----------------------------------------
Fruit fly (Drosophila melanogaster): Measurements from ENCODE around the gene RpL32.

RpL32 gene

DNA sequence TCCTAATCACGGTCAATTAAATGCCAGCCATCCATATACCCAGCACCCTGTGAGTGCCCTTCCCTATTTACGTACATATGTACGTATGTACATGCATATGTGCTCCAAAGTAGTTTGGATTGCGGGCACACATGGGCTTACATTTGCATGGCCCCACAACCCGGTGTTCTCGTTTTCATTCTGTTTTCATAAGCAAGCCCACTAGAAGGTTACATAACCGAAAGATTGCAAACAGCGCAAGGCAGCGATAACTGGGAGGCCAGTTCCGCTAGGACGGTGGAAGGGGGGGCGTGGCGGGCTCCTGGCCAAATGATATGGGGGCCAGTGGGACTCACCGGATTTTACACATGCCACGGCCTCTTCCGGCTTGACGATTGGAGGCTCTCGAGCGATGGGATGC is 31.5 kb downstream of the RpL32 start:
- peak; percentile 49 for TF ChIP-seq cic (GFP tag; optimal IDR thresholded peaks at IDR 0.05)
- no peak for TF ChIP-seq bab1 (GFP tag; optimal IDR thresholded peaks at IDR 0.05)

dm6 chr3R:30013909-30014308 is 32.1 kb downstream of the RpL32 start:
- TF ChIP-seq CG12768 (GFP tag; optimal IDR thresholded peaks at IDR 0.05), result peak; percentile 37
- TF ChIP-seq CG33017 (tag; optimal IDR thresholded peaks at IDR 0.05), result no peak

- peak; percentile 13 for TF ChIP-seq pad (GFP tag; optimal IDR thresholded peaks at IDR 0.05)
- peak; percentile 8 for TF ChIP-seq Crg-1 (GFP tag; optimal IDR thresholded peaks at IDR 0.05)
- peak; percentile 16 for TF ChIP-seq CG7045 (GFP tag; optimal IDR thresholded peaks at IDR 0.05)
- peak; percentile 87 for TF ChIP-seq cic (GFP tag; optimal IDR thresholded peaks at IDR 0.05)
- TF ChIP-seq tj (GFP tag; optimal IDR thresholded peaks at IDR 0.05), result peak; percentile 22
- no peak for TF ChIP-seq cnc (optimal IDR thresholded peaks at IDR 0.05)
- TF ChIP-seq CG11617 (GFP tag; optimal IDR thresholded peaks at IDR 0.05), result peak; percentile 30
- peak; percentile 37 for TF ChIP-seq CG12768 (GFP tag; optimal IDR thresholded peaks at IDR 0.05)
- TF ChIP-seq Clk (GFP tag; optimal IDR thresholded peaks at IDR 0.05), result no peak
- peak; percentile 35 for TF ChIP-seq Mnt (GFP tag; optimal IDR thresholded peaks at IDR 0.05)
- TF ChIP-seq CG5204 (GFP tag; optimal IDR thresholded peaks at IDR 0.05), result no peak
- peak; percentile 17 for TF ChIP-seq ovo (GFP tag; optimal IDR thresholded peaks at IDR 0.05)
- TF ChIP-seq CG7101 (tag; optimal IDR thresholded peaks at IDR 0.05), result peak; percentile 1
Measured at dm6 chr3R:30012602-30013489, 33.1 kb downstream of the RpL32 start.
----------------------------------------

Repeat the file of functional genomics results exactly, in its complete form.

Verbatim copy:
Fruit fly (Drosophila melanogaster): Measurements from ENCODE around the gene RpL32.

RpL32 gene

DNA sequence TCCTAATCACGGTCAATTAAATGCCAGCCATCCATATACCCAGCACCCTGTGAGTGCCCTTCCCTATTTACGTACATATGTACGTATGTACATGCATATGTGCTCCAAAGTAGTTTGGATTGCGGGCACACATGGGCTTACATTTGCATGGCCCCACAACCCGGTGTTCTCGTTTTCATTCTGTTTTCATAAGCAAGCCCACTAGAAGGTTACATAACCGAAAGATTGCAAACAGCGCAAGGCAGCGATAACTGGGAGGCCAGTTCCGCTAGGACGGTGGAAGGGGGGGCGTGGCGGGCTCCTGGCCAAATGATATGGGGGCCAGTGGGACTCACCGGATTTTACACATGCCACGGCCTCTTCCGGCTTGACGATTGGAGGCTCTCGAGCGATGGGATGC is 31.5 kb downstream of the RpL32 start:
- peak; percentile 49 for TF ChIP-seq cic (GFP tag; optimal IDR thresholded peaks at IDR 0.05)
- no peak for TF ChIP-seq bab1 (GFP tag; optimal IDR thresholded peaks at IDR 0.05)

dm6 chr3R:30013909-30014308 is 32.1 kb downstream of the RpL32 start:
- TF ChIP-seq CG12768 (GFP tag; optimal IDR thresholded peaks at IDR 0.05), result peak; percentile 37
- TF ChIP-seq CG33017 (tag; optimal IDR thresholded peaks at IDR 0.05), result no peak

- peak; percentile 13 for TF ChIP-seq pad (GFP tag; optimal IDR thresholded peaks at IDR 0.05)
- peak; percentile 8 for TF ChIP-seq Crg-1 (GFP tag; optimal IDR thresholded peaks at IDR 0.05)
- peak; percentile 16 for TF ChIP-seq CG7045 (GFP tag; optimal IDR thresholded peaks at IDR 0.05)
- peak; percentile 87 for TF ChIP-seq cic (GFP tag; optimal IDR thresholded peaks at IDR 0.05)
- TF ChIP-seq tj (GFP tag; optimal IDR thresholded peaks at IDR 0.05), result peak; percentile 22
- no peak for TF ChIP-seq cnc (optimal IDR thresholded peaks at IDR 0.05)
- TF ChIP-seq CG11617 (GFP tag; optimal IDR thresholded peaks at IDR 0.05), result peak; percentile 30
- peak; percentile 37 for TF ChIP-seq CG12768 (GFP tag; optimal IDR thresholded peaks at IDR 0.05)
- TF ChIP-seq Clk (GFP tag; optimal IDR thresholded peaks at IDR 0.05), result no peak
- peak; percentile 35 for TF ChIP-seq Mnt (GFP tag; optimal IDR thresholded peaks at IDR 0.05)
- TF ChIP-seq CG5204 (GFP tag; optimal IDR thresholded peaks at IDR 0.05), result no peak
- peak; percentile 17 for TF ChIP-seq ovo (GFP tag; optimal IDR thresholded peaks at IDR 0.05)
- TF ChIP-seq CG7101 (tag; optimal IDR thresholded peaks at IDR 0.05), result peak; percentile 1
Measured at dm6 chr3R:30012602-30013489, 33.1 kb downstream of the RpL32 start.